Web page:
“O death, where is your sting? O grave, where is your victory?” The sting of death is sin, and the power of sin is the law. But thanks be to God! He gives us the victory through our Lord Jesus Christ. (1 Cor 15:55-57)
From “Christ is Everything to His Followers.” Used counseling and prison work.
This Scripture above was the basis of an old Latin hymn entitled, “The Strife Is Over, the Battle Done.” It was translated to English by Francis Pott in 1861. In each stanza, the first line contains a statement on the fact of Jesus’ physical bodily resurrection in history. The second line is a personal response to these factual truths, concluding with the jubilant “Alleluia!” “Alleluia” is a Latin form of the Hebrew “Hallelujah,” which means “Praise the Lord!” The verb hallel in Hebrew means to joyously admire God in song or to boast about Him. Yah is a shortened form of YHWH, the covenant name of the Creator God (Father, Son, and Holy Spirit). Hallelujah is used 24 times in the Book of Psalms and four times in the Book of Revelation.
Here are the words to the hymn:
Refrain (at beginning and end of each stanza): Alleluia! Alleluia! Alleluia!
1. The strife is o’er, the battle done; The victory of life is won; The song of triumph has begun. Alleluia!
2. The powers of death have done their worst, But Christ their legions has dispersed: Let shouts of holy joy outburst. Alleluia!
3. The three sad days have quickly sped; He rises glorious from the dead: All glory to our Risen Head! Alleluia!
4. He closed the yawning gates of hell; The bars from heaven’s high portals fell: Let hymns of praise His triumphs tell. Alleluia!
5. Lord, by the stripes which wounded Thee, From death’s dread sting Thy servants free, That we may live and sing to Thee, Alleluia!
This hymn captures the triumphant joy of Christ’s Resurrection reminding, us that He is the conquering Victor, not a helpless victim in His death and resurrection. The New Testament emphasizes this element of victory often:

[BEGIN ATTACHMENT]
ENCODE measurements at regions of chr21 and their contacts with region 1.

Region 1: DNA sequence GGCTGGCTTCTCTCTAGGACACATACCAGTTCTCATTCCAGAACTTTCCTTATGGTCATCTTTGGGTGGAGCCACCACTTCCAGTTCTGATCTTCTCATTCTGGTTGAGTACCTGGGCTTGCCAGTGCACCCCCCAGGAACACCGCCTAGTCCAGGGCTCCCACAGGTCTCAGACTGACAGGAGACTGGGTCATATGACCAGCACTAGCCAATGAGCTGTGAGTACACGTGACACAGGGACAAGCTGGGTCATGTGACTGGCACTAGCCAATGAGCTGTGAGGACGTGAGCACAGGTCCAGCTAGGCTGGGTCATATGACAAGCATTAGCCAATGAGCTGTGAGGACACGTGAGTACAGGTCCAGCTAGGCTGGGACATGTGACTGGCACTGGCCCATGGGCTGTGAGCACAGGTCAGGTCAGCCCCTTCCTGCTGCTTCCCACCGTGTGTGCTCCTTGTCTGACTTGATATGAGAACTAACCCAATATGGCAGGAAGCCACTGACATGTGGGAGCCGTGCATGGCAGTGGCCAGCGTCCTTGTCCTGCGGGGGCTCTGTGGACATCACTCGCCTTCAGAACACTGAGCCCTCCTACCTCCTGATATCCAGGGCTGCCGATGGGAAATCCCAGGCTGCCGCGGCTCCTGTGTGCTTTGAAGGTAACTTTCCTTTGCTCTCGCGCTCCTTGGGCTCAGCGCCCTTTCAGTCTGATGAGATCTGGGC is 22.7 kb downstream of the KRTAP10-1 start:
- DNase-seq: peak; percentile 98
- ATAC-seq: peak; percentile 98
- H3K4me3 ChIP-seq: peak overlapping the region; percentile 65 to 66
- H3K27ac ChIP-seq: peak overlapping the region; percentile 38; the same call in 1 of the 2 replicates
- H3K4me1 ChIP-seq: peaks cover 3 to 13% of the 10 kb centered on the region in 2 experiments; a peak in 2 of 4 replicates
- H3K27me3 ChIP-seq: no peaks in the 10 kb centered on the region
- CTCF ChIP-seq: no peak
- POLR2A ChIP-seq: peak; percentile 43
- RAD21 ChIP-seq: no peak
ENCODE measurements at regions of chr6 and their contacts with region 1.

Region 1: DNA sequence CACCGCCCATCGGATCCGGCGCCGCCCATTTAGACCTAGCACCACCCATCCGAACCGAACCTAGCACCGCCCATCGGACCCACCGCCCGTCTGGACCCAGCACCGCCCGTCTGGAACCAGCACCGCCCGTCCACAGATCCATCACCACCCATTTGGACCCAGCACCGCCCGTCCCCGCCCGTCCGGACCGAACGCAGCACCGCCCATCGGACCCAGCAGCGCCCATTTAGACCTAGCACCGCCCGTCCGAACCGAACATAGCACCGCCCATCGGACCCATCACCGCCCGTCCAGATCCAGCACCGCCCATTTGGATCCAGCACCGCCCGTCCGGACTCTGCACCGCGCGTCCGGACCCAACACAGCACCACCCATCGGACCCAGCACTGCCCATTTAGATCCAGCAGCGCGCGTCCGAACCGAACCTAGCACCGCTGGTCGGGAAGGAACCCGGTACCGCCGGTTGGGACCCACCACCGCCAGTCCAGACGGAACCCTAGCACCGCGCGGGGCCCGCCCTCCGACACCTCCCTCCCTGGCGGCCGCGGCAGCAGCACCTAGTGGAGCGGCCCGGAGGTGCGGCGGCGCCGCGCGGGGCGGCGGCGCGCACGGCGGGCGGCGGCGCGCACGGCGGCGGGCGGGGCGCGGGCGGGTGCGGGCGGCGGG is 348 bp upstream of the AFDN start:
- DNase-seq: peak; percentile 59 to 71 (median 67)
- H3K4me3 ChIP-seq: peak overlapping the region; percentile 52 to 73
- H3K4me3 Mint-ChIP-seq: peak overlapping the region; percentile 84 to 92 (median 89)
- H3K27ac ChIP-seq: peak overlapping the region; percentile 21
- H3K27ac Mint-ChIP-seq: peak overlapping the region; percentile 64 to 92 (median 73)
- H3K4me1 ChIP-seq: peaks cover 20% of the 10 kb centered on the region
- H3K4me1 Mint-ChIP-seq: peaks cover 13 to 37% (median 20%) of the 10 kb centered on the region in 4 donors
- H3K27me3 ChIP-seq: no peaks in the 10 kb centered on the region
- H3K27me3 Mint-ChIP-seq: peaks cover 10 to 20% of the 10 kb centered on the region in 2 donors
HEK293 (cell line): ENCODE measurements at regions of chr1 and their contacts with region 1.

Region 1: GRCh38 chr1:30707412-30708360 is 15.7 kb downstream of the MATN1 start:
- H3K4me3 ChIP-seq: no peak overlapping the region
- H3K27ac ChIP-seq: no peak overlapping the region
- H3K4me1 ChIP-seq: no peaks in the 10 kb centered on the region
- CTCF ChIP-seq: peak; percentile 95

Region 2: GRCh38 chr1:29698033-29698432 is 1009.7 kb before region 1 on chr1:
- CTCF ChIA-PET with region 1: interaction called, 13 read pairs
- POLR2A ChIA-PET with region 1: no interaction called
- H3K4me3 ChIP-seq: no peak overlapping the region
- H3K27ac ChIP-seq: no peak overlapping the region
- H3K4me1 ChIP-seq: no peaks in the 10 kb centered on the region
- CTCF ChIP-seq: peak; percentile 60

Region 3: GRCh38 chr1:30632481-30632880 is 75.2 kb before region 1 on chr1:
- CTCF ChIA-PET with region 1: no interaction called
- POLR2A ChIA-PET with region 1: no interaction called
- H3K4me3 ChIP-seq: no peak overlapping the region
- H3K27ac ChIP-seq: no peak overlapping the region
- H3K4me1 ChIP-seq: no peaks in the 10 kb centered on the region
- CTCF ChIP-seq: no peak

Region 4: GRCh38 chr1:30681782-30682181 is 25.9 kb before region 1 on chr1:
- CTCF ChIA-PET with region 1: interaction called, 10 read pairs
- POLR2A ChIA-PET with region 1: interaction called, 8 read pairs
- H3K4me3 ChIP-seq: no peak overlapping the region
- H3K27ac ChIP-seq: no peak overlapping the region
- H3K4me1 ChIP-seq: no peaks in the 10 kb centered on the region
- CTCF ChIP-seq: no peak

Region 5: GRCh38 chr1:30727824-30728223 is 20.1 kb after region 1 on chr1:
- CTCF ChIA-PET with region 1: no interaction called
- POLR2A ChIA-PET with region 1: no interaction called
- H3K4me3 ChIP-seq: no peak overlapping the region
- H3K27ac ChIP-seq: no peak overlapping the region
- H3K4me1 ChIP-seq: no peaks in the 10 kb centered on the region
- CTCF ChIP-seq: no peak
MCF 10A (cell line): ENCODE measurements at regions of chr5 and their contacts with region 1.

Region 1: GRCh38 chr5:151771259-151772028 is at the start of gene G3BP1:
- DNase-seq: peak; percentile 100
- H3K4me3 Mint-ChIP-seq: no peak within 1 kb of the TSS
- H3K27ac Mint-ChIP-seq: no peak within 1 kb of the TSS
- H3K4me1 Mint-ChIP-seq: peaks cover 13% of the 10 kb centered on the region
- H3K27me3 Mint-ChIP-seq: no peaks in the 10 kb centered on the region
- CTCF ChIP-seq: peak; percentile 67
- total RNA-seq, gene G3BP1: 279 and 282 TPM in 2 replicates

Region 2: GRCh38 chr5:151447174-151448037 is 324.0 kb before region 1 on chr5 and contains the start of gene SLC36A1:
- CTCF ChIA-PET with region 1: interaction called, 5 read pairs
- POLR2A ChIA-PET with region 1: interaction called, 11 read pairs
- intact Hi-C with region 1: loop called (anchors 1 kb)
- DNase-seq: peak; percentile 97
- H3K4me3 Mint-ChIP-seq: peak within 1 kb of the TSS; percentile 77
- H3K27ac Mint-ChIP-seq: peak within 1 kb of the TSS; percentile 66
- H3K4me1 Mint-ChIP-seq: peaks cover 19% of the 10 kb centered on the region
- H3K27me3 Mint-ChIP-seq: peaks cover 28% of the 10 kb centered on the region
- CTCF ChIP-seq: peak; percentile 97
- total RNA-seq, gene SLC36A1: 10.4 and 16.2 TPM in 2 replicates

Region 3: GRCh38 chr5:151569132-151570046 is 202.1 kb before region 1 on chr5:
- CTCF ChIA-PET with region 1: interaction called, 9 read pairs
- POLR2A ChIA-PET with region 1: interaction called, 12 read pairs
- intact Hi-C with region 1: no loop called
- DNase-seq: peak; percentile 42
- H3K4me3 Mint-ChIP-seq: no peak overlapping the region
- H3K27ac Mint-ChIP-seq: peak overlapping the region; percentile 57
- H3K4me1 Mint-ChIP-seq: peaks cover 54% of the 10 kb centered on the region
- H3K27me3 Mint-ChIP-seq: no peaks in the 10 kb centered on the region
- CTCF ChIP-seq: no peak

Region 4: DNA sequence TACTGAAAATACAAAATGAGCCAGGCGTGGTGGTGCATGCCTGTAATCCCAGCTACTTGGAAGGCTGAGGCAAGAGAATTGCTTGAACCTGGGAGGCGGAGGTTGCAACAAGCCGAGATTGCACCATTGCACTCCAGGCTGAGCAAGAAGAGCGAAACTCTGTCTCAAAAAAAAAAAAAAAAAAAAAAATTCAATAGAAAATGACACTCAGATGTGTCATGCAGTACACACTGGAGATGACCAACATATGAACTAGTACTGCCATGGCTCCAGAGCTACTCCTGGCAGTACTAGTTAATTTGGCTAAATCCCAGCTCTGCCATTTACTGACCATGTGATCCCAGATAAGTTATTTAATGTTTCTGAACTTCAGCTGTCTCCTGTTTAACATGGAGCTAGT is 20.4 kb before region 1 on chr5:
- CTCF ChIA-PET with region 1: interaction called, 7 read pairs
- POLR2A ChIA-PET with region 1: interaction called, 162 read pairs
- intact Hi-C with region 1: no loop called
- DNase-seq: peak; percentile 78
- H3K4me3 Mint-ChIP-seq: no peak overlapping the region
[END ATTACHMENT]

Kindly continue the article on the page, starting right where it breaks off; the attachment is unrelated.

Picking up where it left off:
Christ redeemed us from the curse of the law by becoming a curse for us, for it is written: “Cursed is everyone who is hung on a tree.” He redeemed us in order that the blessing given to Abraham might come to the Gentiles through Christ Jesus, so that by faith we might receive the promise of the Spirit….God has rescued us from the dominion of darkness and brought us into the kingdom of the Son He loves, in whom we have redemption, the forgiveness of sins.1
The final stanza of the hymn draws upon Isaiah 53:5—“Christ was pierced for our transgressions, He was crushed for our iniquities; the punishment that brought us peace was on Him, and by His wounds we are healed.” Isaiah 53 not only prophesies Jesus’ death, but also His victorious resurrection:
Who are Jesus’ offspring? All believers who trust and follow Christ through the centuries! “Both the one who makes people holy (Christ) and those who are made holy (Christians) are of the same family. So Jesus is not ashamed to call them brothers and sisters….He says, “Here am I, and the children God has given me.”3
However lowly and sinful our human families are, true believers are set apart for holy purposes and brought into God’s family. “Adoption is an act of transfer from an alien family into God’s family. This is surely the apex of grace and privilege.”4 Christ and His followers all belong to one Heavenly Father. Christ is now our Elder Brother and we are His little brothers and sisters. That’s amazing grace!
So we pray:
Lord Jesus, by dying you destroyed our death.
Lord Jesus, by rising you restored our life.
Lord Jesus, come again for us in glory. We pray in your great name. Amen.
Go in peace, beloved. Walk with King Jesus today and be a blessing to others!
Notes: 1 Gal 3:13-14; Col 1:13-14. 2 Isaiah 53:10-11, Psalm 18 also prophesies Jesus’ death and resurrection. 3 Heb 2:11-13. 4 John Murray (1898-1975).